View Full Version : an acceptable option agreement?

David Raphael
02-02-2005, 05:05 AM
Hi all,

I was recently offered an option for a thriller I wrote and wanted to run it by you:

a two year option with an option to extend for another two years. 10% upfront with an equal amount after two years if the extension option is exercised by the producer.
Against a total of $43,000.

Anybody out there know the ins 'n' outs of contracts like this?


02-02-2005, 06:22 AM
Seems like a long term since it could pull the script off the market for 4 years -- but $4300 upfront is pretty reasonable.

For a point of comparison, my recent option agreement had about the same payout for the purchase, $1000 for the first year, and extendable for a second year if they shell out another $5000. I'm (er, was) an unsold, unoptioned writer.

It's worth while to look at other considerations too. How likely do you think it is that the producer can get the film made? Does the producer have a good track record? Will they work hard to keep you through all the re-writes so you can get a 'written by' credit?

Also, you might be able to get some non-monetary benefits. If you don't have an agent yet, see if the producer will get you one -- producers, even ones without much of a track record, often have a lot of contacts and it's pretty free for them to hook you up if they've already got your script optioned.

02-02-2005, 07:19 AM
Is $43K the total purchase price?

David Raphael
02-02-2005, 07:21 AM
yes, 43K is the total purchase price


02-02-2005, 07:25 AM
Then if this is a feature, that's pretty low. I don't even think that comes close to Guild minimums but I could be wrong. I often am.

02-02-2005, 08:46 AM
I just optioned a book for $1,000 up front, $2,500 for second year, and $5,000 third year, with purchase price of $125,000. Of course it depends on budget, and film size in figuring out final purchase price.

02-02-2005, 09:29 AM
Options are all over the place when it comes to the terms and details and option amounts etc.

Purchase price, too, varies, usually depending on what kind of distribution is intended for the project: Direct to video is probably the lowest TV MOW somewhere in the middle and theatrical release at the high end. Price will also depend on whether or not the buyer is a guild signatory--though I've heard that the WGA minimums are often used as a reference point for deals done outside the guild.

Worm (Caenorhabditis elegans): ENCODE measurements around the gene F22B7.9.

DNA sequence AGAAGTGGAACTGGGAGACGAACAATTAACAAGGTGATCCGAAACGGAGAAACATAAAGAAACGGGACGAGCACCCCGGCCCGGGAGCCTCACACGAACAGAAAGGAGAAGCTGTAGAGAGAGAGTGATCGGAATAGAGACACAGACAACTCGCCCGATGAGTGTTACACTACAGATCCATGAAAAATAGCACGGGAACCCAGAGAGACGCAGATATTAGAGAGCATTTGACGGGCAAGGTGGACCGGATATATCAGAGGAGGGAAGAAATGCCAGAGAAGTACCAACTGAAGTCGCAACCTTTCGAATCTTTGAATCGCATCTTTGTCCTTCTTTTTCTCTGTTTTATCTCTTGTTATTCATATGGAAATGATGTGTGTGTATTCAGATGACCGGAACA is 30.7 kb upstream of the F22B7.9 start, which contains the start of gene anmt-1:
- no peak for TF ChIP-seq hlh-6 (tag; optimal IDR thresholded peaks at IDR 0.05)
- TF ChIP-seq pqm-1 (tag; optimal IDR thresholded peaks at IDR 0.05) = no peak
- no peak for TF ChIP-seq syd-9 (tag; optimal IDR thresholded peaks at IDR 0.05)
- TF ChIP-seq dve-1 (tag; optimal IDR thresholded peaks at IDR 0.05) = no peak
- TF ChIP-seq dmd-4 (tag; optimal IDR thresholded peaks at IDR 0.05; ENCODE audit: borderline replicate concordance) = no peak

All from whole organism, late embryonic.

In terms of dollars, without knowing the producer's distribution intentions, it sounds like you have a typical first deal. For purchase of an original screenplay for a low-budget theatrical release (production costing $5 million or less), the WGA minimum as of 5/04 was $34,740; it's probably a little higher at the moment, but it sounds like your deal is actually higher than current guild minimum for a low-budget project. However, the high-budget minimum as of 5/04 is/was $71,112.

Two things I'd try to change, though, if possible. The time frame and the option fees against purchase price. Our first option was set up so that the initial option amount ($1,000) WAS against the purchase price, but any renewals after that were NOT against the purchase price. This is pretty standard from what I've read and been told, otherwise producers can basically just keep optioning your project until they own it! Also, only the FIRST option renewal was at the producer's discretion; we made the choice after that.

For what it's worth, we've found that even relatively small independent prodcos DO have some money to play with, despite the tendency for most of them to play broke when dealing with writers. What started as a 1k option for us has gone on to produce a 10k and 12.5k renewal, neither of the last two against the purchase price and both renewals at OUR discretion.

I agree with sppeterson on the option period: Two years seems long--that's definitely at the far end of the spectrum, I believe. A year is more typical from what I've experienced and seen.

You really could use an agent or a lawyer at this point to look the offer over and request a few changes in your favor.
We found ours by using Scriptblaster's agent Blast after we had some interest in the script and it was being read at a number of places. You're actually in a better position than we were when went fishing for an agent: you actually have an offer on the table. I gotta believe some emails or phone calls would land you somebody to help out at this point.

Good Luck

02-02-2005, 09:30 AM
I also am an unproduced writer. I recently received the following offer for my thriller, which I've accepted: $10K for a six month option, another $10k to renew for another 6 months. $35K if they want to renew the option for a year after that. Talent signing bonus of $25k, set-up bonus of (I think $25k). Purchase price varies depending on the budget and on whether it gets set up as an indie or studio flick: $300k - $600k if the script is set up with a studio, $125k - $250k if set up as an indie flick.

Personally, I think $4300 is not that much to tie up your script for two years. If there's not much room to negotiate the money, try and ask for $2500 for only a year. Don't give them two years to lounge around with your script and do nothing.

02-02-2005, 10:45 AM
Showtime optioned my script for $5K for three years. I tried to get them down to 18 months, but they wouldn't budge. But I was pretty much guaranteed that the movie would get made if I signed with Showtime, and it was.